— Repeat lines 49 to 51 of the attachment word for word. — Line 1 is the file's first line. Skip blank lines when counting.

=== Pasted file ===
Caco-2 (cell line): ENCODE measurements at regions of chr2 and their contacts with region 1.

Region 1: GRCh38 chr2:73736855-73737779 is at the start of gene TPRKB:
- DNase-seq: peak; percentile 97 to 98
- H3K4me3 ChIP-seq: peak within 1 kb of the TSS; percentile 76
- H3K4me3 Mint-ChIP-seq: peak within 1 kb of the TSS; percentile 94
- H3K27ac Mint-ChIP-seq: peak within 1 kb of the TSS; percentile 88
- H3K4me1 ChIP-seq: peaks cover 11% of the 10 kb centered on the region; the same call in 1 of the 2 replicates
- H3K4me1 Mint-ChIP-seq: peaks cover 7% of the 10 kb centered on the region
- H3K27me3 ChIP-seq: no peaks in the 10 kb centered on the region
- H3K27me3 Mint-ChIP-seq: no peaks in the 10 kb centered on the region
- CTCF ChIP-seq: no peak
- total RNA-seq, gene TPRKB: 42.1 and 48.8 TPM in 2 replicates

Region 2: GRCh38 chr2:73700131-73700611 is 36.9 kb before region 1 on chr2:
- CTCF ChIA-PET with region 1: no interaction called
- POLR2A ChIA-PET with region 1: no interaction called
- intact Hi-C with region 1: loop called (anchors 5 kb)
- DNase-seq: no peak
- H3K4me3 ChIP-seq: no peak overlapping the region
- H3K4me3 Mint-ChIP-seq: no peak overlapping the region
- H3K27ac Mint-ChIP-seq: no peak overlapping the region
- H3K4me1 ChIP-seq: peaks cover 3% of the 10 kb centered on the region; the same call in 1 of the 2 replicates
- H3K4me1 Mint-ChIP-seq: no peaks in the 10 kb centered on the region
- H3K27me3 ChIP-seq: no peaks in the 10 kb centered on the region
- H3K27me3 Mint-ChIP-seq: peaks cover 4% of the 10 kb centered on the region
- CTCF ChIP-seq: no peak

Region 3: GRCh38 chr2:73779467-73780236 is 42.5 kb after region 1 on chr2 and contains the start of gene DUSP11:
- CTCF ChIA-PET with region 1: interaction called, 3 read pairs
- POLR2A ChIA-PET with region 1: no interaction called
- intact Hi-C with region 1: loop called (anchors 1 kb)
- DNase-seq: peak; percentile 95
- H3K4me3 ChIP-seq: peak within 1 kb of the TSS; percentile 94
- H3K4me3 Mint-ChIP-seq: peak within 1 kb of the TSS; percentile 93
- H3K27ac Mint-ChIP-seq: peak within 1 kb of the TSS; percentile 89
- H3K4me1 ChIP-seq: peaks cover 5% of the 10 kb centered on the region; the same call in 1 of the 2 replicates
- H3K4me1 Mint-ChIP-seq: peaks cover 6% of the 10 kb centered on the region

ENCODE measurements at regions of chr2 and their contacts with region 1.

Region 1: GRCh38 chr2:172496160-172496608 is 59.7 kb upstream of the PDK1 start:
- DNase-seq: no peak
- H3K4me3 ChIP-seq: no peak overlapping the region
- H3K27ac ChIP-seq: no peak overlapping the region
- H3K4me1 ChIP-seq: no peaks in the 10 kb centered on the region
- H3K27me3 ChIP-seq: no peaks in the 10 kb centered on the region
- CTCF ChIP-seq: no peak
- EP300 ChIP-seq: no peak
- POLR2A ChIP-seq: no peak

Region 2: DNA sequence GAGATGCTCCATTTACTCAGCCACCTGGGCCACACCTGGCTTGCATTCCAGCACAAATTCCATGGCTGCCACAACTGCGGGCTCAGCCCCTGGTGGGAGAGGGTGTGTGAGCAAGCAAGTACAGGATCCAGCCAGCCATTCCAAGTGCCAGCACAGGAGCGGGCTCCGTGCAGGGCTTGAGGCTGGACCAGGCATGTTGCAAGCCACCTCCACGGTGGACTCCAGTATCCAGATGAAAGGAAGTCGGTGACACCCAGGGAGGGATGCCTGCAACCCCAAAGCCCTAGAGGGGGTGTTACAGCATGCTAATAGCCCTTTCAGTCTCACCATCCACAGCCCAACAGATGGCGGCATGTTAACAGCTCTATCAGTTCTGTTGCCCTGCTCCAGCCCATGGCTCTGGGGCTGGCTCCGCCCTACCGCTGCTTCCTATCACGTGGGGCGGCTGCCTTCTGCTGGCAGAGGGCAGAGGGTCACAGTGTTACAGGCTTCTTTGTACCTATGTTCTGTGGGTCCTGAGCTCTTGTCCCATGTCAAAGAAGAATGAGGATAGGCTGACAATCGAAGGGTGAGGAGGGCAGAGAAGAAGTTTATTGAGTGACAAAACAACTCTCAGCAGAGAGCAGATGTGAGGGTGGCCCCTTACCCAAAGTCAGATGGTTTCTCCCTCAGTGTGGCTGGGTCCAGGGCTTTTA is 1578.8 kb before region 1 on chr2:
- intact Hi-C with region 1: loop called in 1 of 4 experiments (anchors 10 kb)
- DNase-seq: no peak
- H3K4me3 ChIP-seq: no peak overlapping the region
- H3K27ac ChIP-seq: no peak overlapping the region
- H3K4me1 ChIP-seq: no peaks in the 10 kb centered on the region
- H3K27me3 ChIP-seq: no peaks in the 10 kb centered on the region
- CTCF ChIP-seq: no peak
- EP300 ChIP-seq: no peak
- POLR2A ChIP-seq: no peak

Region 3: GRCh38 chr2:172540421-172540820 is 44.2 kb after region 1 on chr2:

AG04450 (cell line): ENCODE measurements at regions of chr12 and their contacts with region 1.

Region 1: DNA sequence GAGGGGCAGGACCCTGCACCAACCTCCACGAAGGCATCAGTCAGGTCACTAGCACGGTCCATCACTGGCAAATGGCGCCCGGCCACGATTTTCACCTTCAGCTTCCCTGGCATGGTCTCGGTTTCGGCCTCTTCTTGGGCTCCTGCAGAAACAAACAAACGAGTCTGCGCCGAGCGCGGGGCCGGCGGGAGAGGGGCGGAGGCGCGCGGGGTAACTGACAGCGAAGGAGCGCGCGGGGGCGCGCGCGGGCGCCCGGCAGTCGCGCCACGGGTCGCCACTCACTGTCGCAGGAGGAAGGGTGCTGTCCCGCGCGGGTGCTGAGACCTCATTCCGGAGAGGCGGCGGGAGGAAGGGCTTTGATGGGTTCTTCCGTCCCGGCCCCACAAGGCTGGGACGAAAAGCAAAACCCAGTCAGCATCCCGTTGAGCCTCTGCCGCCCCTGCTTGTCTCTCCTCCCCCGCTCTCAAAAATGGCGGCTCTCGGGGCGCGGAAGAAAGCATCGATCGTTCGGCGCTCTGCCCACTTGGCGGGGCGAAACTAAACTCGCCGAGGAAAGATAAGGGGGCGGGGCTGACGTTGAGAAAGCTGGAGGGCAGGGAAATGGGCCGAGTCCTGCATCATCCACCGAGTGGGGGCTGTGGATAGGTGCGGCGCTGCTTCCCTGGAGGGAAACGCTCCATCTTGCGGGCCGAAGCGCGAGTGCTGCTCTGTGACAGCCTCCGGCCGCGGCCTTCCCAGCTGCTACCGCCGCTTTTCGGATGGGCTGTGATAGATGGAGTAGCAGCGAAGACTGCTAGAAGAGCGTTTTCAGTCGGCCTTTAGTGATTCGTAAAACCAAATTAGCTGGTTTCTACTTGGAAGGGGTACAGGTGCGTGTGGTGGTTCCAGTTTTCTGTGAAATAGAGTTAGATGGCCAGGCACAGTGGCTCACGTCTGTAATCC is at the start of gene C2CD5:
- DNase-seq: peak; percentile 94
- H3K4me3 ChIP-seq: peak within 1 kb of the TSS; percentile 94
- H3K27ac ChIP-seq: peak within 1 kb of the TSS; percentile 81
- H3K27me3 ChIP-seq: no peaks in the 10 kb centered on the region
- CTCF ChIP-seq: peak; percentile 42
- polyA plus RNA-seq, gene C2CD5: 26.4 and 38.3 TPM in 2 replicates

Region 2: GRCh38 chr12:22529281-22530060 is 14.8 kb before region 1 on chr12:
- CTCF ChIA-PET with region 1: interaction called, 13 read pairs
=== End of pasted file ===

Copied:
- H3K4me3 ChIP-seq: no peak overlapping the region
- H3K27ac ChIP-seq: no peak overlapping the region
- H3K4me1 ChIP-seq: no peaks in the 10 kb centered on the region